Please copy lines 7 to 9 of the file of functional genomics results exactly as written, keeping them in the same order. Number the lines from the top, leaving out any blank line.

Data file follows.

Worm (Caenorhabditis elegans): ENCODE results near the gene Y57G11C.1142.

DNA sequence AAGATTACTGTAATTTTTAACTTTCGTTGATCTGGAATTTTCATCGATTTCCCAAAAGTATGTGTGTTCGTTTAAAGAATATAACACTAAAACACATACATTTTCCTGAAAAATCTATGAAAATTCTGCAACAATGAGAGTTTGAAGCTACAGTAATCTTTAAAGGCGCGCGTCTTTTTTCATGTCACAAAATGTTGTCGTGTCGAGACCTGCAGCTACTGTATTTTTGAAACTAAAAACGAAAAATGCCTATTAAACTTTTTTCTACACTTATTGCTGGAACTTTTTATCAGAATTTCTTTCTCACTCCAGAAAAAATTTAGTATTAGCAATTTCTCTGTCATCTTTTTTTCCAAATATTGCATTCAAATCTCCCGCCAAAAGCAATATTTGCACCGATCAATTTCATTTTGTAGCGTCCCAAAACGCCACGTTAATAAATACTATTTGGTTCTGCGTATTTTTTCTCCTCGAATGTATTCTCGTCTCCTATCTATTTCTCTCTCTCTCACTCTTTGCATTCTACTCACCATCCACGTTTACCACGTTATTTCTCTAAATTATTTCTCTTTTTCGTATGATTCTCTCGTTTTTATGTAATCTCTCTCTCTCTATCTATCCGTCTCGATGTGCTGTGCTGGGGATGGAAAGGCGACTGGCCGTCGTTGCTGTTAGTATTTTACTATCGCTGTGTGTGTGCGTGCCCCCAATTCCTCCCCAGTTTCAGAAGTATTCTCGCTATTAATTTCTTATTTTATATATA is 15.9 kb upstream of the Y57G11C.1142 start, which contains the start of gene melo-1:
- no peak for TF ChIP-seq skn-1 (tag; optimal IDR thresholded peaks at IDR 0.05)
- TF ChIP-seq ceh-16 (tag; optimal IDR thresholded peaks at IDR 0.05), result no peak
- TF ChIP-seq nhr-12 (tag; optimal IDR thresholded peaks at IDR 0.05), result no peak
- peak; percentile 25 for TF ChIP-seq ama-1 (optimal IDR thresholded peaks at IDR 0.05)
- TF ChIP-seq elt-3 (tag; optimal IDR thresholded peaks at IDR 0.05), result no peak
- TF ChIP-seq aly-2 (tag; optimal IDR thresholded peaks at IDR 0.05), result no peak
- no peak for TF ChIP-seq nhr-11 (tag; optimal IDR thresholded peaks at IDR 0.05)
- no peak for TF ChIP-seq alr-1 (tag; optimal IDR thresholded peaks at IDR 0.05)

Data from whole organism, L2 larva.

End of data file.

- TF ChIP-seq elt-3 (tag; optimal IDR thresholded peaks at IDR 0.05), result no peak
- TF ChIP-seq aly-2 (tag; optimal IDR thresholded peaks at IDR 0.05), result no peak
- no peak for TF ChIP-seq nhr-11 (tag; optimal IDR thresholded peaks at IDR 0.05)